The UK clean energy sector is preparing to do business under its third Prime Minister in as many years when Boris Johnson takes over from Theresa May tomorrow.
Johnson – the controversial former mayor of London and foreign secretary – was on Tuesday elected by the governing Conservative Party as its new leader, becoming Prime Minister by default.
Sorting out Brexit, the national crisis that did for May and her predecessor David Cameron, will be the overwhelming priority of Johnson’s government.
But Johnson will want to make an impact beyond European policy. The new Prime Minister has had plenty to say over the years on climate and energy issues – and as in so many other matters, his views have changed according to circumstances.
The best insight to Johnson’s current stance on renewables comes from a June article in The Telegraph, his main cheerleader and the London-based newspaper where he made his name as an anti-EU journalist.
A Johnson classic, it sets the scene in the ‘beautiful’ English countryside before remarking on an ‘exotic crop’ that’s taken root against all the odds. The crop in question is “serried ranks of solar panels”, praised by Johnson for their “miracle” 70% cost reductions and held up as an example of an industry where “Britain is in the lead”.
That the modules in question were probably Chinese-made was left unsaid, and the metric by which the UK leads went unexplained. The sector in which the UK genuinely does lead the world, offshore wind, received not a single mention. These, however, rank as small ripples in Johnson’s relationship with accuracy, which has frequently been as stormy as the bust-up with his partner that saw police called to his London flat early in his leadership campaign.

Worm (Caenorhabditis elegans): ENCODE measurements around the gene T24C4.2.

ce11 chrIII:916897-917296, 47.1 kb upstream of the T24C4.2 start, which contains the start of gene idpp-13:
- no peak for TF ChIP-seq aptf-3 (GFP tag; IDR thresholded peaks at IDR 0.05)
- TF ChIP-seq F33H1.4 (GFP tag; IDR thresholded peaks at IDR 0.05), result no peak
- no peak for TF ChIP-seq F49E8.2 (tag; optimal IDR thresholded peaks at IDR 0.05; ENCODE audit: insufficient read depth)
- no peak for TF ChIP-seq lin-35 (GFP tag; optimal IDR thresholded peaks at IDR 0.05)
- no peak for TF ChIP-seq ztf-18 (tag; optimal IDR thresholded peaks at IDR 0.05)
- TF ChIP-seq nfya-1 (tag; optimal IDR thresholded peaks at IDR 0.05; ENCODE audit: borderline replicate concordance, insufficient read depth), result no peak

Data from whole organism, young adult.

The early-years ‘Boris’ described climate change as a “stone age religion” and only a few weeks ago he urged British Extinction Rebellion protestors to take their case to China instead. By contrast when he became London Mayor in 2008 he was a staunch champion of electric vehicles and other environmental initiatives.
So, when it comes to what to expect from a Johnson premiership, clean energy will have to wait its turn to find out which version turns up – along with the economy, foreign policy and healthcare.
There are a few areas where decisions made by Johnson will have an immediate impact, however.
The earliest will be the fate of business and energy secretary Greg Clark, who as a pro-EU ‘remainer’ faces an uncertain future in a Johnson government.
The new Prime Minister and whoever leads his energy team will also be under pressure to finalise the delayed Energy White Paper, and sort out thorny issues such as the funding of the UK’s new nuclear programme.
Then there is Brexit. With the UK due to leave the EU on 31 October, offshore wind and other sectors will again have to begin preparing for the disruption of a potential ‘no deal’ departure – an outcome seen as far more likely under Johnson than under May, who negotiated a last-minute extension to Britain’s membership earlier this year.